"Bernie Marcus isn't getting much for his $7 million."
That was the top of a CNN story on Bernie Marcus, the Georgia Republican mega-donor who was the second-largest contributor to Donald Trump's presidential campaign.
The Home Depot co-founder hasn't called on Trump to hire his allies. He didn't attend the inauguration and hasn't visited the White House since Trump was sworn in. And unlike other top donors, who have pushed pet policies with the Trump administration, Marcus told CNN he has little interest.
"I'm one of the very few people that wants absolutely nothing from him. There's nothing that he can do for me. Nothing. Zero," the 88-year-old told CNN. "I'm living my own life. I don't have time for this kind of politics."
Marcus, meanwhile, is staying involved in local politics. He endorsed Republican David Shafer's campaign for lieutenant governor and a handful of GOP gubernatorial candidates are said to be actively seeking his support.
The fate of U.S. Rep. Rob Woodall, who represents a Gwinnett-based district, was a topic of conversation at Monday's episode of "Political Rewind."
He is likely to be just one of a range of Republicans in fast-changing districts likely to be targeted in next year's midterms. Republican strategist Brian Robinson piped in with an idea to protect him and other imperiled incumbents down the road if Georgia gets another seat in Congress in 2020.
"At some juncture, we're going to have so many Democrats, we've got to put them somewhere. We're down to three Democratic districts in the state now - that would be four if (Jon) Ossoff wins, God forbid - so maybe what we do is, with we draw a new Democratic district and move them all out of Woodall's area."
The redrawing of the maps is bound to be a drawn-out political battle. The 2018 race for governor will center on redistricting. Add to the mix legal problems - the Supreme Court just tossed two North Carolina seats because they relied too heavily on race - and we've got a recipe for a fraught debate.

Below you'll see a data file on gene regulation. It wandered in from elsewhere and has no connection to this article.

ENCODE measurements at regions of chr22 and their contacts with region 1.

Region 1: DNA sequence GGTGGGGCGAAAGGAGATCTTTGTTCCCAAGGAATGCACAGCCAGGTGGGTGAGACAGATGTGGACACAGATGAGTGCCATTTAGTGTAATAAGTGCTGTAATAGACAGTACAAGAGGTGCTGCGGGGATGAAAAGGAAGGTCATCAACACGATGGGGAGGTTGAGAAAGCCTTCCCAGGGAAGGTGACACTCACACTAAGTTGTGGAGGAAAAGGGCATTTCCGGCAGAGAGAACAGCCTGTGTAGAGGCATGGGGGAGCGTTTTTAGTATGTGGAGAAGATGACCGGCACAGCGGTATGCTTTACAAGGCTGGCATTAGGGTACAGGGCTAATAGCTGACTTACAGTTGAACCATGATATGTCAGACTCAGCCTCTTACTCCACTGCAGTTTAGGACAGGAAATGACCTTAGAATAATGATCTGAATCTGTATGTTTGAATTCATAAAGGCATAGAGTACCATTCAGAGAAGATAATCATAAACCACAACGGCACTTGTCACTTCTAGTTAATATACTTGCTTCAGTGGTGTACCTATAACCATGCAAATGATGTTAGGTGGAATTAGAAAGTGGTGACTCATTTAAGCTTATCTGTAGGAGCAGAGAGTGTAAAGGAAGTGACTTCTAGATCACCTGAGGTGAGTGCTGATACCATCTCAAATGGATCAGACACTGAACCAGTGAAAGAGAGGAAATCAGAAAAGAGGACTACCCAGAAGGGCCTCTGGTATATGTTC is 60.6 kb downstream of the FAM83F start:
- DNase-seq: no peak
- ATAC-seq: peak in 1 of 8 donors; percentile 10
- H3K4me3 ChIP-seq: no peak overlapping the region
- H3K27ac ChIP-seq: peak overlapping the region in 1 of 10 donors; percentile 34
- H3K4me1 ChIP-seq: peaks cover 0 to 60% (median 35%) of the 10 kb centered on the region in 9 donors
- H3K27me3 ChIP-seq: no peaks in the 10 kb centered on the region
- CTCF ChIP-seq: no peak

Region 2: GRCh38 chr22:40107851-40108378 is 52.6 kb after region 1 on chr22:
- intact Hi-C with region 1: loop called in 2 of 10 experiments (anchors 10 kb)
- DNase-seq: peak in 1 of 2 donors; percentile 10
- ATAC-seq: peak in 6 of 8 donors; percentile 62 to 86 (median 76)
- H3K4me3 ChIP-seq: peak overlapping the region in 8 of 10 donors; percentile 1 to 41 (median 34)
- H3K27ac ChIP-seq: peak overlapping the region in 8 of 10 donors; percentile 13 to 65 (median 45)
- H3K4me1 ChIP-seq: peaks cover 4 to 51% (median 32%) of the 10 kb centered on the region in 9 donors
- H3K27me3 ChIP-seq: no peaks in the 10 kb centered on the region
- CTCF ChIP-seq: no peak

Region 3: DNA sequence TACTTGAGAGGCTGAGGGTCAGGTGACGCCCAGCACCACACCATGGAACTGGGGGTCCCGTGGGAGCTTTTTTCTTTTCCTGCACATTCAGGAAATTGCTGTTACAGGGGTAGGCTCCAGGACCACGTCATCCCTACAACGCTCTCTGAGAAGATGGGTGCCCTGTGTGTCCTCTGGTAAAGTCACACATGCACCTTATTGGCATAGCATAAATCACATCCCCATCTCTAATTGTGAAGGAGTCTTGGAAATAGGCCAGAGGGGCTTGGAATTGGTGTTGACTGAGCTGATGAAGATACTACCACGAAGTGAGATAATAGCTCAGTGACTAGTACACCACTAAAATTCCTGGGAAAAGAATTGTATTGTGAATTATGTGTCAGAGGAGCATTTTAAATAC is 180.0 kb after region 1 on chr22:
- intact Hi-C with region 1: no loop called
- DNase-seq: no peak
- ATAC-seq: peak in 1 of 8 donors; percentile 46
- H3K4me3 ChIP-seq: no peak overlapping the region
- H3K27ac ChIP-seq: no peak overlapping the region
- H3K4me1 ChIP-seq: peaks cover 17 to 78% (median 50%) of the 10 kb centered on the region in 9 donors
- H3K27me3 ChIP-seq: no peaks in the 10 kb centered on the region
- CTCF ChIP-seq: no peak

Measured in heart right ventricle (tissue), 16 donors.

Listen to the rest of the show here:
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Stacey Abrams for president?
A Politico piece this week mentioned the Georgia Democrat in a piece it labeled the "Outrageously Early Field Guide to 2020" as a potential sleeper candidate - a la Woodrow Wilson, elected president despite only three years in government service.
U.S. Reps. Brian Mast and Will Hurd were in town over the weekend to stump for Republican Karen Handel's 6th District campaign.
We posted video of the two military veterans below, but one of the biggest laugh lines came from Hurd, who worked in the Central Intelligence Agency for nine years.
"If I had met people like Karen Handel when I was in the CIA, I would have stayed in the CIA," he said to laughs. "We need people who can come up to Washington, D.C. and get things done."
Republican Karen Handel has a busy Tuesday in Washington with at least three fundraisers on the docket.
It's getting tough to keep up with the blizzard of advertisements, but this one from Democrat Jon Ossoff caught our eye.
"I'm Jon Ossoff and both parties and Washington waste too much of your money," he opens before highlighting his plans to shave billions from the federal budget.
It's his latest attempt to skirt party labels and project a down-the-middle image.